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Product Details

  • ISBN-13: 9780813820200
  • Publisher: Wiley, John & Sons, Incorporated
  • Publication date: 8/11/2008
  • Edition description: New Edition
  • Edition number: 1
  • Pages: 928
  • Product dimensions: 8.40 (w) x 11.10 (h) x 1.90 (d)

Meet the Author

Robert Goldstein, VMD is currently Director of Veterinary Services at Animal Nutrition Technologies, Healing Center for Animals, Northern Skies Veterinary Center as well as Director of Product Development for Earth Animal, all in Westport CT.

Paula Jo Broadfoot, DVM graduated from Kansas State University School of Veterinary Medicine and has been studying and practicing therapeutic nutrition for the past 18 years.

Richard E. Palmquist, DVM is currently the head of medicine at Centinela Animal Hospital in Inglewood, California.

Karen Johnston, DVM works at Hampton Veterinary Hospital in the fields of small animal and exotic pet medicine, surgery, and acupuncture. She is also the co-owner of Natural Solutions, herbal supplements for veterinary use.

Jiu Jia Wen, DVM is the owner of Hampton Veterinary Hospital.

Barbara Fougere, BSc BVMS (hons), BHSc (Comp Med), MODT, MHSc (Herb Med), CVA (IVAS), CVBM, CVCP is the president of the Australian Veterinary Acupuncture Association and President for the International Veterinary Botanical Medicine Association.

Margo Roman, DVM opened a holistic health center for animals offering chiropractic, cranial sacral, physical therapy, massage, reiki, and polarity in the lower level and in the main clinic homeopathy, acupuncture, herbs, surgery and conventional medicine in an integrative method.

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Table of Contents

Foreword Carvel G. Tiekert Tiekert, Carvel G.

Foreword Martin Deangelis Deangelis, Martin

Introduction How to Use This Book

Sect. 1 Introduction to Integrative Veterinary Medicine: The Integration of Old and Ancient Medical Practice Techniques Into Conventional Veterinary Practice 3

Ch. 1 Introduction to Integrative Veterinary Medicine 5

Ch. 2 A Modern Approach to Therapeutic Nutraceuticals 13

Ch. 3 The Modern Approach to the Integration of Chinese Herbal Medicine 69

Ch. 4 Homotoxicology - The Modern Approach to Homeopathy 81

Ch. 5 A Practical Approach to the Integration of Western Herbal Medicine into Veterinary Practice 113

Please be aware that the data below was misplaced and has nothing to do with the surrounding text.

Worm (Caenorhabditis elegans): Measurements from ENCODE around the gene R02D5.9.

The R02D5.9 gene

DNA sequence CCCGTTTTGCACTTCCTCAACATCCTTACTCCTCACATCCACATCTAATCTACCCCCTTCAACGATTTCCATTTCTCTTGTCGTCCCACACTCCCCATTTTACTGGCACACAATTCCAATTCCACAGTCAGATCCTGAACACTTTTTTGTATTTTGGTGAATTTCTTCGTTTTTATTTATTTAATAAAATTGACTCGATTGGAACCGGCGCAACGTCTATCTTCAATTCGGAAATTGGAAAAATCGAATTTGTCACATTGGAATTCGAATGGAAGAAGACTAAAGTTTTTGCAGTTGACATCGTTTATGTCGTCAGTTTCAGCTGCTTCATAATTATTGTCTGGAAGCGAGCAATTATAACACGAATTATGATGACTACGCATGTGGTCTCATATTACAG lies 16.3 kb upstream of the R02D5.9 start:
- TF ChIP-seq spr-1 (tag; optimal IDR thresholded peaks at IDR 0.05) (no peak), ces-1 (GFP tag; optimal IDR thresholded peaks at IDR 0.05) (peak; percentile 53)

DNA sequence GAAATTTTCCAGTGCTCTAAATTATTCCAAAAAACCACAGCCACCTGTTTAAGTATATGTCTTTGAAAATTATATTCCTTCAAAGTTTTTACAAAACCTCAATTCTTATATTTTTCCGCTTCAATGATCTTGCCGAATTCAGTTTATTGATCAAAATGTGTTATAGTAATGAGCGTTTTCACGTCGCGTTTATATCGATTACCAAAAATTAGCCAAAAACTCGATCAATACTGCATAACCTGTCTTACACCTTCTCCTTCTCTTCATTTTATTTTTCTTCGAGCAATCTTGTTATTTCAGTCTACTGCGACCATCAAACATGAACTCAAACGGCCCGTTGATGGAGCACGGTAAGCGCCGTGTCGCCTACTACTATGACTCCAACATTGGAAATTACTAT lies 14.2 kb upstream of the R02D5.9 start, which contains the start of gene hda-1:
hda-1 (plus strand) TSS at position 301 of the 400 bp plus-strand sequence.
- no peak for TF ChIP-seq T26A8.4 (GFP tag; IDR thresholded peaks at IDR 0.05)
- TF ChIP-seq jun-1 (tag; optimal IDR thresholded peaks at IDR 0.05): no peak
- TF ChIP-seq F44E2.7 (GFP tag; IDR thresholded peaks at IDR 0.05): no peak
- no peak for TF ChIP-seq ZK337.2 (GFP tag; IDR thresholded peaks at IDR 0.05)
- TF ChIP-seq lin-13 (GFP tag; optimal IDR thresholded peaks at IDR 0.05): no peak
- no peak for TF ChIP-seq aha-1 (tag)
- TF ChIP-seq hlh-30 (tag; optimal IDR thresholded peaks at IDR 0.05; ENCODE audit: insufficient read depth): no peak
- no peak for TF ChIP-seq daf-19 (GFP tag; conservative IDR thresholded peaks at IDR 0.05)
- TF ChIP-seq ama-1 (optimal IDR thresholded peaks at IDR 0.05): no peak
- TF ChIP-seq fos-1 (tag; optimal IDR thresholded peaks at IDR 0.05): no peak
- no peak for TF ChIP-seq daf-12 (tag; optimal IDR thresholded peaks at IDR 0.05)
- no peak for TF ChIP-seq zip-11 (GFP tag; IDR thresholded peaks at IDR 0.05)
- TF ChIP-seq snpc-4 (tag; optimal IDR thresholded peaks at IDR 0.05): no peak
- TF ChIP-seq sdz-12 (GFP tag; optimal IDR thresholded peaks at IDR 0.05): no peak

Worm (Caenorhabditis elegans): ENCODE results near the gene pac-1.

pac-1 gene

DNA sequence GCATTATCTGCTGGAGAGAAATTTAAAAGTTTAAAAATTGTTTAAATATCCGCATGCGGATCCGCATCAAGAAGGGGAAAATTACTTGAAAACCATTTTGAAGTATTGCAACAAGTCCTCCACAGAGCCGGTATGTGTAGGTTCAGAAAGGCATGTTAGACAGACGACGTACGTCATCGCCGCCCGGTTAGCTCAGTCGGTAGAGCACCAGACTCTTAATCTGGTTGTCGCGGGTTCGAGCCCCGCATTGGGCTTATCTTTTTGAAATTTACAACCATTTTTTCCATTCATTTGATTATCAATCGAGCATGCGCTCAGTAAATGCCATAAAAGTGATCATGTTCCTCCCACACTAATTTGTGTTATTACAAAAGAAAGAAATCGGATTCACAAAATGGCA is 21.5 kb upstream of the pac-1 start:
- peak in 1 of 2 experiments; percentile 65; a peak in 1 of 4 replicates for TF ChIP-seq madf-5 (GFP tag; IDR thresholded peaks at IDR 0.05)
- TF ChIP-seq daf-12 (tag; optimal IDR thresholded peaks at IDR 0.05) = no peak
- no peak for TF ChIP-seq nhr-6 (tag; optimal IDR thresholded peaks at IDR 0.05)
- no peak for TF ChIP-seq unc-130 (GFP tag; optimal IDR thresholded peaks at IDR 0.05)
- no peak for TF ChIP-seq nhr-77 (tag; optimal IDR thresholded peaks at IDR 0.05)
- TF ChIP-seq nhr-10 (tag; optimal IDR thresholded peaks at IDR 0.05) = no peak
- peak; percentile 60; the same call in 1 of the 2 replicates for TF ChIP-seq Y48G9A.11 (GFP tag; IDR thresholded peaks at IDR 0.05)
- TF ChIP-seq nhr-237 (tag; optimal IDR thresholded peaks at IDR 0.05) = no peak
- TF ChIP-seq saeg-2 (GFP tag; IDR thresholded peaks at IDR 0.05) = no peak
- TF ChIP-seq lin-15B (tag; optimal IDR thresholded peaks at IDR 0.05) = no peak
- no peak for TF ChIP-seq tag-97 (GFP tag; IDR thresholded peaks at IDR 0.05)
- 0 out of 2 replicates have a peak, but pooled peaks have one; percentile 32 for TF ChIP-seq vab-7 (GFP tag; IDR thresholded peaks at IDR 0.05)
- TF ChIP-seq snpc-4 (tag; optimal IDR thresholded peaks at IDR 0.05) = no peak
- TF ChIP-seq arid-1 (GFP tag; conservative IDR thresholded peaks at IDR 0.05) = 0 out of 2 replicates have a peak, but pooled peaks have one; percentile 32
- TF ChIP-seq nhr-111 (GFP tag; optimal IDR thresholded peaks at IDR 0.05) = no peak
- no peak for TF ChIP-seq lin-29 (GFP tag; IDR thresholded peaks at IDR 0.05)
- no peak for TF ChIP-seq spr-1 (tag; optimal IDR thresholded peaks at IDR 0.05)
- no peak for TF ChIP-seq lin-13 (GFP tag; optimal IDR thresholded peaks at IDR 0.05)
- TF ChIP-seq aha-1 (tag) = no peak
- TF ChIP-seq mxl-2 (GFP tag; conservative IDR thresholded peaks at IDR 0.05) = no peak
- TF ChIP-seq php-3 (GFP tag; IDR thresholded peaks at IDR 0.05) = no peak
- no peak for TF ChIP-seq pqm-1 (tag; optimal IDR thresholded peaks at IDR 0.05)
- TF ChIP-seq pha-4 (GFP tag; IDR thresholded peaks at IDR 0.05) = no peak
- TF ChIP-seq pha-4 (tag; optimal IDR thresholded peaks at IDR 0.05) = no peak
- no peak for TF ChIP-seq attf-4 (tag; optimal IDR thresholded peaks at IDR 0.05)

Sect. 2 Integrative Therapy Protocols by Organ System 125

Ch. 6 Autoimmune Disease 127

Ch. 7 Diseases of the Blood and Lymph 151

Ch. 8 Behavior and Emotional Conditions 179

Ch. 9 Diseases of the Cardiovascular System 209

Ch. 10 Diseases of the Dermatological System 239

Ch. 11 Diseases of the Digestive System 277

Ch. 12 Diseases of the Eye and Ear 389

Ch. 13 Diseases of the Musculoskeletal System 423

Ch. 14 Diseases of the Respiratory System 447

Ch. 15 Diseases of the Urogenital System 475

Ch. 16 Metabolic and Endocrine Diseases 509

Ch. 17 Neurological Disorders 537

Sect. 3 Integrative Therapy Protocols for Infectious Diseases 589

Ch. 18 Integrative Therapy Protocols for Infectious Diseases 591

Sect. 4 Western Herbal Disease Protocols 641

Ch. 19 Diseases of the Blood and Lymph 643

Ch. 20 Emotional and Behavioral Conditions 647

Ch. 21 Diseases of the Cardiovascular System 653

Ch. 22 Diseases of the Skin 659

Ch. 23 Diseases of the Digestive System 665

Ch. 24 Diseases of the Eye and Ear 673

Ch. 25 Diseasesof the Musculoskeletal System 677

Ch. 26 Diseases of the Respiratory System 681

Ch. 27 Diseases of the Urogenital System 685

Ch. 28 Metabolic and Endocrine Diseases 691

Ch. 29 Neurological Disorders 695

Ch. 30 Infectious Diseases 699

Ch. 31 Western Herbal Cancer Treatment 705

Sect. 5 Integrative Cancer Therapy Protocols: Therapeutic Nutrition, Chinese Herbal Medicine, and Homotoxicology 717

Ch. 32 Integrative Cancer Therapy Protocols 719

Ch. 33 IVM Cancer Treatment Protocols Presented by Cancer Type 735

Ch. 34 Advanced Homotoxicology: Aurosanguis Therapy, Oncology, and Cancer Protocols 767

Sect. 6 Vaccinations 799

Ch. 35 Vaccinations 801

Sect. 7 Glossary 811

Sect. 8 Resources, Product Suppliers, Suggested References, and Readings 819

Appendix Acupuncture Points Mentioned 827

Index 829